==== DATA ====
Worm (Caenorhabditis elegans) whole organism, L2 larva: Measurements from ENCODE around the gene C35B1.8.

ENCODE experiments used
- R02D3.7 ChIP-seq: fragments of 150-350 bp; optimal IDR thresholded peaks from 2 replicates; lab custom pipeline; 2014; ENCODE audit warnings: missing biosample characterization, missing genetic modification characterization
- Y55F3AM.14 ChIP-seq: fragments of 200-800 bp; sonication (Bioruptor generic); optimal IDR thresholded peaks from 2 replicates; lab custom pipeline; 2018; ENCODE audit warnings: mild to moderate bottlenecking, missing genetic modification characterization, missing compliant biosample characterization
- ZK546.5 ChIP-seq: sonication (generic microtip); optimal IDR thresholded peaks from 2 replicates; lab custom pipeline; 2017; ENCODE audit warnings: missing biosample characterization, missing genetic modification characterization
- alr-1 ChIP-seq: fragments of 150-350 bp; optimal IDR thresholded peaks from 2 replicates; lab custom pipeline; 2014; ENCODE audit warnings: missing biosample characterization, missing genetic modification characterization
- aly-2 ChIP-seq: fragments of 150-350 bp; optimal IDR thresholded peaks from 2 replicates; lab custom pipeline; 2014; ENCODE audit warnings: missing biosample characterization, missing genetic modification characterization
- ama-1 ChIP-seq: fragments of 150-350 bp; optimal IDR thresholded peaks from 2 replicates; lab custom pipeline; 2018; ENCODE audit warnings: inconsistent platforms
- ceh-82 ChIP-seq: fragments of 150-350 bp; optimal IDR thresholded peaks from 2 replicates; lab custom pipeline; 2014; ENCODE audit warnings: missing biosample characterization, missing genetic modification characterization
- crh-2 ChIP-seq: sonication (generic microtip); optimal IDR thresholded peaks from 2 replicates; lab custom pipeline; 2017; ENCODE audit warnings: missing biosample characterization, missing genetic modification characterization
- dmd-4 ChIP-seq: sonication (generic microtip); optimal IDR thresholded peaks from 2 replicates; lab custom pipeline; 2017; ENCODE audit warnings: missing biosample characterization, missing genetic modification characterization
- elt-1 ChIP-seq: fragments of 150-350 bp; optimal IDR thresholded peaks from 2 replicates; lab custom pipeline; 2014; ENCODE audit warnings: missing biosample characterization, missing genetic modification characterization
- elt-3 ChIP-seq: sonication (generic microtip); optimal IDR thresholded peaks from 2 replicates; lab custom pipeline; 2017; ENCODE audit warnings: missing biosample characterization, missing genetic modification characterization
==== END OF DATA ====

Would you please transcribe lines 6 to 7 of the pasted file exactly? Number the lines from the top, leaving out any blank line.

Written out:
- alr-1 ChIP-seq: fragments of 150-350 bp; optimal IDR thresholded peaks from 2 replicates; lab custom pipeline; 2014; ENCODE audit warnings: missing biosample characterization, missing genetic modification characterization
- aly-2 ChIP-seq: fragments of 150-350 bp; optimal IDR thresholded peaks from 2 replicates; lab custom pipeline; 2014; ENCODE audit warnings: missing biosample characterization, missing genetic modification characterization